Skip to main content


No more roads less travelled?

Lateral active suspension research from HYbrid CONtrol Systems lab is poetry in motion
September 27, 2010
By Russ Cooper
Source: Concordia Journal

Mechanical engineering student Gavin Kenneally in the EV Buildings HYCONS lab. | Photo by Concordia University
Mechanical engineering student Gavin Kenneally in the EV Buildings HYCONS lab. | Photo by Concordia University
Gavin Kenneally, 21, has a concept for a vehicle suspension system that may well change how we travel over wildly varied and unpredictable terrain.

A bit of background first. Most vehicles on the road have passive suspension; a system of springs and fluid-filled pistons that absorb bumps so as not to pass on the shock to passengers. Active suspension systems, common in F1 racers and many luxury vehicles, have computers that sense the road beneath and actively counterbalance bumps to ensure a smoother ride.

Kenneally has developed a new active suspension concept that senses changes in the road not vertically, but horizontally. His “Biologically Inspired Telescoping Active Suspension Arm Vehicle” automatically adjusts the track width – the lateral distance between two tires on the same axle – to improve mobility and stability at any speed.

He envisions the potential for this technology in developing nations, where a vehicle may travel a wide-lane city highway in the morning and a narrow path to a village in the evening. Kenneally also sees benefits in disaster relief efforts where vehicles confront varying physical obstacles.

He’s not even limiting his thinking to our planet. “At its most ambitious, it may even be useful in an extraterrestrial rover,” he says.

It’s a stellar idea he brought to Concordia's Electrical and Computer Engineering Professor and HYbrid CONtrol Systems (HYCONS) founder Luis Rodrigues last year. Expanding the idea from a previous active suspension vehicle he’d built, Kenneally found the lab’s online description engaging and decided to approach Rodrigues. The two agreed the project was worth investigation, as did the Natural Sciences and Engineering Research Council (NSERC).

Kenneally’s Biologically Inspired Telescoping Active Suspension Arm Vehicle. | Photo by Concordia University
Kenneally’s Biologically Inspired Telescoping Active Suspension Arm Vehicle. | Photo by Concordia University
Much to his delight, an NSERC grant (along with funding from HYCONS and the Concordia Institute of Aerospace Design and Innovation, of which he is a member) allowed him to once again work full-time on the project over this summer. This is not his first experience with NSERC-funded research. In the summer of 2009, he worked with Mechanical and Industrial Engineering Professor Paula Wood-Adams on the uses of a biodegradable plastic material in manufacturing.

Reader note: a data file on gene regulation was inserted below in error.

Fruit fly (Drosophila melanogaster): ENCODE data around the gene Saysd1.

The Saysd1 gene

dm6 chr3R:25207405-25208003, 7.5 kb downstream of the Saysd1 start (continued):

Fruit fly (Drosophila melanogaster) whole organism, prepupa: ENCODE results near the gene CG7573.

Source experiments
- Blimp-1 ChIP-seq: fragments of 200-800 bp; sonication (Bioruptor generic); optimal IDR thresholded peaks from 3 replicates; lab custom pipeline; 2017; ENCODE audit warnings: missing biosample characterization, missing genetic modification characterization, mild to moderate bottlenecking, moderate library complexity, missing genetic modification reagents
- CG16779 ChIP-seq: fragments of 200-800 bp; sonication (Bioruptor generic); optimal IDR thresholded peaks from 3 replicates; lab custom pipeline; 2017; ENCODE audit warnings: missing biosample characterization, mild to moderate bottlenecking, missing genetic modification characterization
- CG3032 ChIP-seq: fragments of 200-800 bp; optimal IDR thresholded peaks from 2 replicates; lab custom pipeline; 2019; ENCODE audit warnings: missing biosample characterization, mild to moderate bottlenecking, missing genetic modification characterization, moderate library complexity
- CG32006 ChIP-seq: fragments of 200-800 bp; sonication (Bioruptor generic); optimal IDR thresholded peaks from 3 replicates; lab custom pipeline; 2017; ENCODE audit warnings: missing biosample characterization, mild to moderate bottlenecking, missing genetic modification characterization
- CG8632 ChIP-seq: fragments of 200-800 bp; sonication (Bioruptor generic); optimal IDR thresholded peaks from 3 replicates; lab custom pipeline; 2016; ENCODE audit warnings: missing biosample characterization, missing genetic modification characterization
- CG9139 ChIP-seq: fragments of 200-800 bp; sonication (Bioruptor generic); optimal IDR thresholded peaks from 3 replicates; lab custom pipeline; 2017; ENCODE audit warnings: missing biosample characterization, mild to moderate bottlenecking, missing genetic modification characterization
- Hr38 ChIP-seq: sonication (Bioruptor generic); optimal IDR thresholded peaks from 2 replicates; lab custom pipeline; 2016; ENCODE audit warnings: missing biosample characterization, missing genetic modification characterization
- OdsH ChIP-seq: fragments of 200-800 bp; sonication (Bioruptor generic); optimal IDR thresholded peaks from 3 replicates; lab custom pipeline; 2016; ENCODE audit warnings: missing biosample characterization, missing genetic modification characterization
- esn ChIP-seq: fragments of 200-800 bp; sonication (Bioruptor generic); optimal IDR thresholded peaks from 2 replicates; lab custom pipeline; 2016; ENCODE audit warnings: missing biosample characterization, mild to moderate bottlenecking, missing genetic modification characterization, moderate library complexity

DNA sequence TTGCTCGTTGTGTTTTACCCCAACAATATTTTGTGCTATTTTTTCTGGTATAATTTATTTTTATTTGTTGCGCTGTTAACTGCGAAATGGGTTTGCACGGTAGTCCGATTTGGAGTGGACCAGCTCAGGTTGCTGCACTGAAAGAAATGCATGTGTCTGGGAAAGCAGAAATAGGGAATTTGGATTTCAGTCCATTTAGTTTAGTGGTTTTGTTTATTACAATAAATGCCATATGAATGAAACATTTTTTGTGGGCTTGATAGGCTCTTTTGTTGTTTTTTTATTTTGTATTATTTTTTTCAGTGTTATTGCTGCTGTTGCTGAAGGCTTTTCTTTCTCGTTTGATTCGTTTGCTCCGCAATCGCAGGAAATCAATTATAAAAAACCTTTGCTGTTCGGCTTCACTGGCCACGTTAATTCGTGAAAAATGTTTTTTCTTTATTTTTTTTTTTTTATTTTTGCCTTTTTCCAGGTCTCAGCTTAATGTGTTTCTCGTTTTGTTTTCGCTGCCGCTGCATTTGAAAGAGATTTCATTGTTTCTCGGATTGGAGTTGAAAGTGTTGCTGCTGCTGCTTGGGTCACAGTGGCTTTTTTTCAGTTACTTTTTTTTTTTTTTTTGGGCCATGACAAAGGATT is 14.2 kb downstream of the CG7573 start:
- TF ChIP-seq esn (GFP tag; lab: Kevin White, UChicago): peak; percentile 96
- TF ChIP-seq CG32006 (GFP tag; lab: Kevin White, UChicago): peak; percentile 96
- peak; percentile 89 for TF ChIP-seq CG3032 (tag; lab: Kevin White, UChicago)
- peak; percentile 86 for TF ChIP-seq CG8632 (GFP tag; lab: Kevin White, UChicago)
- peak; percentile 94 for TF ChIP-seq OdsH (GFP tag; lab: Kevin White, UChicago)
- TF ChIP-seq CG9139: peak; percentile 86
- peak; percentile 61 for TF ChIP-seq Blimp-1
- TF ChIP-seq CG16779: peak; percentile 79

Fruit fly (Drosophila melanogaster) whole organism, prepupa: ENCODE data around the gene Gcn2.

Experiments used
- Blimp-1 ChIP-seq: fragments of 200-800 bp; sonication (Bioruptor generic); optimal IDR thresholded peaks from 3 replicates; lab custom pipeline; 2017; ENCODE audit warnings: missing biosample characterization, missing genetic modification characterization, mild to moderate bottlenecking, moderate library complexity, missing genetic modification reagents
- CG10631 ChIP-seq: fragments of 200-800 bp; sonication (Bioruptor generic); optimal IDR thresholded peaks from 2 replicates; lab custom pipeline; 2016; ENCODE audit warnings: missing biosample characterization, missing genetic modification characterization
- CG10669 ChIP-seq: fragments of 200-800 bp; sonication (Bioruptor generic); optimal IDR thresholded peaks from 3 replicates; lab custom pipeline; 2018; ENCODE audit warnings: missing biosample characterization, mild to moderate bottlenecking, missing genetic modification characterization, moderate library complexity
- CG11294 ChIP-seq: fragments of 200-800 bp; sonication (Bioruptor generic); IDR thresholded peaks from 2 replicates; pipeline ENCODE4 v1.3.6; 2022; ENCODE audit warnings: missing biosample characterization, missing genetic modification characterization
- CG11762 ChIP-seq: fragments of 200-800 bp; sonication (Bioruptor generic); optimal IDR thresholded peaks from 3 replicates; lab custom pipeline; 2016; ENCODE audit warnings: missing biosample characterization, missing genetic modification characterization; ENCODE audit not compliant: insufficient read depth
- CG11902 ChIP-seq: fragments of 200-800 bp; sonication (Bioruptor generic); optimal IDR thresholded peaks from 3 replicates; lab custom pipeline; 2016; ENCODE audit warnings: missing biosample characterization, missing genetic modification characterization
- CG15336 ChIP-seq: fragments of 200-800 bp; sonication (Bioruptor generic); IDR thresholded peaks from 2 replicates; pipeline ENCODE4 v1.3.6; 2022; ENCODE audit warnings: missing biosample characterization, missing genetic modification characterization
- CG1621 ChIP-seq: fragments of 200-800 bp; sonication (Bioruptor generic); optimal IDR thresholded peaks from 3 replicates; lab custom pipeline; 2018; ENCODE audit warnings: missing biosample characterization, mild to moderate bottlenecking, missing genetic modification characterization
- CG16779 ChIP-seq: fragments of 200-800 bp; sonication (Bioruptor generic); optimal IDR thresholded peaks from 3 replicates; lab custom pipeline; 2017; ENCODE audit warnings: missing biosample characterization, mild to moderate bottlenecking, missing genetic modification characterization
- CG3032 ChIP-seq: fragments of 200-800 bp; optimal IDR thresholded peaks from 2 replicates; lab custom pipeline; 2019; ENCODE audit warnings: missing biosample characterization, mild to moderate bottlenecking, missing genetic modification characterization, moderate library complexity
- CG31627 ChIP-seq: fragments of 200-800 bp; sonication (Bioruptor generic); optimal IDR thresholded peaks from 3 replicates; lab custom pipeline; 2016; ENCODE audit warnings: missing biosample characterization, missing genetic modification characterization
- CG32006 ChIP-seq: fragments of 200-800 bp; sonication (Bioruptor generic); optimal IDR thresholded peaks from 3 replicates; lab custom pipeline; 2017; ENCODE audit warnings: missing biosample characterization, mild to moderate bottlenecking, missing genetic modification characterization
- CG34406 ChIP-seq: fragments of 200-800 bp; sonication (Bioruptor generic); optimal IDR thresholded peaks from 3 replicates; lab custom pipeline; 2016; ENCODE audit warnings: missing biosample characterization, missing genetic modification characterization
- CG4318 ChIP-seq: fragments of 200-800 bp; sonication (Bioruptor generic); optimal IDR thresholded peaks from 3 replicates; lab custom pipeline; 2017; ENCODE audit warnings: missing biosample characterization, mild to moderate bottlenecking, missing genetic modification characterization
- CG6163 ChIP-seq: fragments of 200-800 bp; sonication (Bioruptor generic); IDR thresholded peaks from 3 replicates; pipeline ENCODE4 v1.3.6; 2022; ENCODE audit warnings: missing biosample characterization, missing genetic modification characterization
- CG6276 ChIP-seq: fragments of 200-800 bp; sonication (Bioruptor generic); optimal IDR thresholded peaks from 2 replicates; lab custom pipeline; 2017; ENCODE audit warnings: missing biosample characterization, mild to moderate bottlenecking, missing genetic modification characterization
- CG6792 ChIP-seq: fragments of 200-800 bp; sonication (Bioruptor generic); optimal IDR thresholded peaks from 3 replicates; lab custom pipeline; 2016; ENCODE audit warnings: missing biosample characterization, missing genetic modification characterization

Though, it’s not like the lack of funding and partnerships with Rodrigues or Wood-Adams would’ve stopped him. He’s been building machines since high school. It’s a passion that lodged a $10 000 computer numerical controlled milling machine in his garage (well, the garage of his parents, Design and Computation Arts Chair Rhona Richman Kenneally and Principal of the School of Canadian Irish Studies Michael Kenneally). The equipment is used to cut precise shapes from metal – an instrument he was able to afford with money raised as a freelance machinist.

The partnership, however, has been invaluable to both Kenneally and Rodrigues. “The fact that a third-year undergrad is able to collaborate with such professors, grad students and labs to such an extent is an amazing opportunity,” says Kenneally. “It has added real academic credibility to something I’d be doing in my garage anyway.”

He recently showed that credibility when he presented at the at the Institute for Electrical and Electronic Engineers/ American Society of Mechanical Engineers Conference on Advanced Intelligent Mechatronics, in July in Montreal. Surrounded by professors and graduate students from other schools as well as people from industry, he had the opportunity to share his ideas and receive feedback.

Did we mention he raised $10 000 as a member of the Concordia three-person team to Ride to Conquer Cancer in July 2009, the 300 km trek from Quebec City to Montreal, riding beside Rhodes Scholar Liliane Chamas? and that he’s vice- President of the Garnet Key Society?

“Gavin’s passion for engineering, dedication to research, his creativity and artistry, his drive for excellence is a perfect example of what outstanding students can achieve at our university,” says Rodrigues.

Back to top Back to top

© Concordia University